If we’re not actively engaged in cultivating virtue, then our lives will start looking like my lawn. There are still some patches of green grass, despite the heat, but each day there are also more weeds. Overcoming vice and developing virtue go together, just as it’s not enough to pull weeds without also fertilizing and watering the grass.

When it comes to sloth, the corresponding virtues are justice, charity, and magnanimity. Sloth is about fulfilling our obligations to God and neighbor, which brings into play the various forms of justice. However, the motivation for fulfilling these obligations should be supernatural charity, which moves us out of our small, self-serving world so that we might live for others.

When the spiritual laxity of sloth overtakes us, we are like a football team that has lost its momentum. We are set back on our spiritual heels and feel ill-prepared to do what is necessary to turn the tide. From this perspective, we can see how the “end game” of sloth is despair, as eventually the negative momentum snowballs, and we lose the will to compete. Magnanimity, however, literally means being “great-souled”; it is the virtue that gives us the confidence that we can do all things in him who strengthens us (Philippians 4:13), that we can truly run so as to win (1 Corinthians 9:24).

Each time we act against our disinclination to pray, as well as work into our day habits of prayer (e.g., saying a Hail Mary when we’re stopped in traffic) and sacrifice, we are replacing sloth with virtues that will help us become saints. And it all starts with getting up off the couch and onto our knees.

This article originally appeared in the January 2008 issue of This Rock magazine, published by Catholic Answers.

The Sin of Sloth: What the Couch Potato and the Workaholic Have in Common

19 Jul

When many of us think of sloth, we probably conjure up images of an ugly South American animal that eats shoots and actually hangs around. Or maybe we think of unshaven Joe Sixpack lying on the sofa all weekend, not lifting a finger except to open another cold one.

The latter is a fairly apt image of the vice of sloth or its synonyms such as boredom, acedia, and laziness. Boredom refers to a certain emptiness of soul or lack of passion; acedia refers to the sadness that comes from our unwillingness to tackle the difficulties involved in attaining something good; laziness more generally refers to the torpor and idleness of one who is not inclined to exert himself.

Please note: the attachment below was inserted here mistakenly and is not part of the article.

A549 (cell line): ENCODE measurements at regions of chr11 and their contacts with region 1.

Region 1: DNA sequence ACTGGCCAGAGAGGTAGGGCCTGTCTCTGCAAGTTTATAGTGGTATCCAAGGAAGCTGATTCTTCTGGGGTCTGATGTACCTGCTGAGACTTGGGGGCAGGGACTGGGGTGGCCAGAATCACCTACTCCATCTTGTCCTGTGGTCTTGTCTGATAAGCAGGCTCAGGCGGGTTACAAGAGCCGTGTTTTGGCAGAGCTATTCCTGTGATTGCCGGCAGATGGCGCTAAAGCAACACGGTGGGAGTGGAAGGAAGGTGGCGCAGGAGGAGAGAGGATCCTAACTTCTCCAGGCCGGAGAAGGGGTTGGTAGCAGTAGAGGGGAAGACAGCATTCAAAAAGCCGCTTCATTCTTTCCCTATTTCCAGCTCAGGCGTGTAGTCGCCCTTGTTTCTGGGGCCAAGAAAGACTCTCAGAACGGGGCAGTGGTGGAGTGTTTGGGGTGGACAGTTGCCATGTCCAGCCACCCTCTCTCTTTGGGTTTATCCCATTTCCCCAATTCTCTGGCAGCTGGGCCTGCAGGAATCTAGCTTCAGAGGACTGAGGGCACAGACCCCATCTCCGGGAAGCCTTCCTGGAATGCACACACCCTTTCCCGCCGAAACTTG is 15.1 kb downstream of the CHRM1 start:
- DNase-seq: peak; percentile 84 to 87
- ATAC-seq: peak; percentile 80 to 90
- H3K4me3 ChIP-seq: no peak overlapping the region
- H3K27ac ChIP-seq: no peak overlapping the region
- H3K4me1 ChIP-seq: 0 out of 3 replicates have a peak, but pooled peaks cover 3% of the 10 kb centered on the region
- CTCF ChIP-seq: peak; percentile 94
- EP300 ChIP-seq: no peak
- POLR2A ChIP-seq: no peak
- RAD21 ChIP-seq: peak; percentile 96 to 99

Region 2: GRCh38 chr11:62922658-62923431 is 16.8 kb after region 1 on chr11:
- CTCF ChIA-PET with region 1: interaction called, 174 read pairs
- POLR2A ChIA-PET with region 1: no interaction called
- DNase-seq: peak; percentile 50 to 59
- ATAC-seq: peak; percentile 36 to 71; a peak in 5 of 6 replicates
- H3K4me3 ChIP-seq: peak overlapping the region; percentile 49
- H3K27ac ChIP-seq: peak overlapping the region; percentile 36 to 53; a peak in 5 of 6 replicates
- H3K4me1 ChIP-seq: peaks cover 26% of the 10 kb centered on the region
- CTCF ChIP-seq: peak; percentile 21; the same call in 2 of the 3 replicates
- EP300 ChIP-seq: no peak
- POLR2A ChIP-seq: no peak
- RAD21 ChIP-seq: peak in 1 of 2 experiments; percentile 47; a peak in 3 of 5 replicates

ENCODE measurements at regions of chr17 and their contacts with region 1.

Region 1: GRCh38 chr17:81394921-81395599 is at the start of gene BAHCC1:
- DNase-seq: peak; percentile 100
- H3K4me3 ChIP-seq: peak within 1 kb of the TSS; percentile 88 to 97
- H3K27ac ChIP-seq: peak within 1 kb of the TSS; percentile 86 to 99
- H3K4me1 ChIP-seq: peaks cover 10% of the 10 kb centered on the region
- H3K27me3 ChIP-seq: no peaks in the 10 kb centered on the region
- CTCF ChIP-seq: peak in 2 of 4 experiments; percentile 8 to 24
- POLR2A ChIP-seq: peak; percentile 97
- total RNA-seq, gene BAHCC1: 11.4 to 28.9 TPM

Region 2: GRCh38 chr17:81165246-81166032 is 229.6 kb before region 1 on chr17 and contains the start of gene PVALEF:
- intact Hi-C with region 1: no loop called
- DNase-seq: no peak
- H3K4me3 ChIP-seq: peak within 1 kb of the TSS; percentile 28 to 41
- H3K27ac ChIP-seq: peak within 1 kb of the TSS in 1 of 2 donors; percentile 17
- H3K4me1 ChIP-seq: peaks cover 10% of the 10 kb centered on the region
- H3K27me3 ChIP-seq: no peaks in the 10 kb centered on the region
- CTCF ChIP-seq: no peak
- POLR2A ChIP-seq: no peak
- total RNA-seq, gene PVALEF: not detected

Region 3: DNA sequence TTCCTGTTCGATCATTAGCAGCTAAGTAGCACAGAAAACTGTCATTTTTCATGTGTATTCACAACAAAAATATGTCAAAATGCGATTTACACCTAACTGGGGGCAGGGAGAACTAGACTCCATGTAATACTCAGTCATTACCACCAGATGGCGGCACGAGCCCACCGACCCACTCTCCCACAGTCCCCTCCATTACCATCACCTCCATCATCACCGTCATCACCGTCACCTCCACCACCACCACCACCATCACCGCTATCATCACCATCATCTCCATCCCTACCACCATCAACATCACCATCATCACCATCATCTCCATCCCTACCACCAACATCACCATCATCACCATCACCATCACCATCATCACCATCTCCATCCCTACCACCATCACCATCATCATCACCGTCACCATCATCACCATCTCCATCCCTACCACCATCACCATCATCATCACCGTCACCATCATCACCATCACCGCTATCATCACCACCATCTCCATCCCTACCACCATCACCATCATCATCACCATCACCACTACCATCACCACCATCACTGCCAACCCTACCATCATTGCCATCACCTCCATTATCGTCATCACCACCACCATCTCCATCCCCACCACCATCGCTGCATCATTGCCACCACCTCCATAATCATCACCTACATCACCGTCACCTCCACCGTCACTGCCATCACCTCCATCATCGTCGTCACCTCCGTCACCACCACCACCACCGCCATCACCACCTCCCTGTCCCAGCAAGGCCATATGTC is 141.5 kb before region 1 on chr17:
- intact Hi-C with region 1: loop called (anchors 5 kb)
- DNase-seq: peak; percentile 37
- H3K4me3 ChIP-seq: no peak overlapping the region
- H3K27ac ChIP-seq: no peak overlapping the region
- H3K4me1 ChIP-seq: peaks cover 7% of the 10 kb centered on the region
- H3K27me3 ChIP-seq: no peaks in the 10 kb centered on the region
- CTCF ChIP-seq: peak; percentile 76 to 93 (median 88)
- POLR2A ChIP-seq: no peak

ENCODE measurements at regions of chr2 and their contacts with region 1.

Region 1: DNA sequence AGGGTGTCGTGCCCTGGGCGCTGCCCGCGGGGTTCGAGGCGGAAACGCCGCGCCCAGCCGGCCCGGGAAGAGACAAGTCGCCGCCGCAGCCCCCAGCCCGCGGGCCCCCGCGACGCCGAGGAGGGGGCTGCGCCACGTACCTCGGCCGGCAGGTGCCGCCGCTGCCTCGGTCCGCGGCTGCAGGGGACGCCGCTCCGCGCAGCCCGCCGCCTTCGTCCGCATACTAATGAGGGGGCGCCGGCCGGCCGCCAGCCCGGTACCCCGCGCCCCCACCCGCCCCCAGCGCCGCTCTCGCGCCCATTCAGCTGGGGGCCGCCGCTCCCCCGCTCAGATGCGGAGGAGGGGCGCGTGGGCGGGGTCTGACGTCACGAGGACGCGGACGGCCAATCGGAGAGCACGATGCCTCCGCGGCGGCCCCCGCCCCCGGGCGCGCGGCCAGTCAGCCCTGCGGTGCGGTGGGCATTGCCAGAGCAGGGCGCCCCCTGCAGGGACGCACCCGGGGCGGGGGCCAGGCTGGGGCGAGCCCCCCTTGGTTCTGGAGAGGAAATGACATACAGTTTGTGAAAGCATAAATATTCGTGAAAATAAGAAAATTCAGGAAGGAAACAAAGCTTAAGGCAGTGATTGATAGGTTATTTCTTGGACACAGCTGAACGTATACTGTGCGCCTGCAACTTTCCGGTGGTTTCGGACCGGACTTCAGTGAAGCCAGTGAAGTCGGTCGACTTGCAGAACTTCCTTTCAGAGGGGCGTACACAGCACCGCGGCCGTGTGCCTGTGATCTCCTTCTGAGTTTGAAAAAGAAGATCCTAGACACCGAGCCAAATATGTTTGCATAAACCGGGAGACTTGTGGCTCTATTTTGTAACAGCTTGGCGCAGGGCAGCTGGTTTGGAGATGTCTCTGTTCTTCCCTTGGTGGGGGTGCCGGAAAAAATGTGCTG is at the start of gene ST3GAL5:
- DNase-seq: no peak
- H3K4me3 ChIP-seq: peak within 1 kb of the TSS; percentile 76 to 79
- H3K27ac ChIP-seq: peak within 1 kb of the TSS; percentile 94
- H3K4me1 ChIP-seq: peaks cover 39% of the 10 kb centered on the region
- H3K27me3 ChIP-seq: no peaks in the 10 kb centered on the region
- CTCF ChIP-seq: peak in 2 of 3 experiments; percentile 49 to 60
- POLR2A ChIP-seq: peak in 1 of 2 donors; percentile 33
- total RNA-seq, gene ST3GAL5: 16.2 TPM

Sloth encompasses all these ideas and more. In his Modern Catholic Dictionary, the late Jesuit Fr. John Hardon defined sloth as “sluggishness of soul or boredom because of the exertion necessary for the performance of a good work. The good work may be a corporal task, such as walking; or a mental exercise, such as writing; or a spiritual duty, such as prayer.”

One might have the impression that sloth is not a typically American sin. The virtues of diligence and industriousness are deeply ingrained in our nation’s Protestant work ethic. Our youth learn early on that the way to get ahead—at least for those who don’t win the lottery—is by working hard. The early bird catches the worm. Early to bed, early to rise. In a competitive, dog-eat-dog business world, everyone is looking for an “edge,” and that typically comes from outworking the competition.

And even apart from an employment context, when we want to communicate that our lives have been normal and healthy, we report that we’ve been “keeping busy.” Continue reading

There’s a Patron Saint for That!

15 Jul

Yesterday’s post was devoted to Blessed Kateri Tekakwitha. I always thought that she should be the patron saint of fast-food restaurants (you know, “Take-it-with-ya”). In this spirit, I thought I would propose some other “patron saints” for your amusement as we look forward to the weekend.

Fast-food restaurants (Blessed Kateri Tekakwitha)
Chocolate milk (St. John Bosco)
Potpourri (St. Peter)
Bargain hunters (St. Francis de Sales)
Second helpings (St. Thomas More)
Pooty cats (St. Sylvester)
Bald dudes, bad hair days (St. Hedwig)
Furniture (Chair of St. Peter)
Forest fires (St. Blase)
Former first ladies (St. Hilary of Poitiers)
Distilleries (St. Pius V)
Perfumes (St. Peter Chanel)
Pilgrimages (St. Martin of Tours)
Security blankets (St. Linus)
Royals fans (Our Lady of Sorrows)
Entryways (St. Isidore)
Dog kennels (St. Bernard of Clairvaux)
Dairy farmers, Packer fans (St. Maximilian Kolbe)
Lite beer (St. James the Less)
Moneylenders (St. Charles Borromeo)
The Suprenant children (Seven Sleepers of Ephesus*)
Computers (St. John Damascene–think about it!)

*Unfortunately, the legendary Seven Sleepers of Ephesus are no longer on the Roman calendar!

Can you think of any others? Let us know about them on Facebook or at our Family Room discussion board

Lily of the Mohawks

14 Jul

Today the Church celebrates the feast of Blessed Kateri Tekakwitha, the beloved “Lily of the Mohawks.”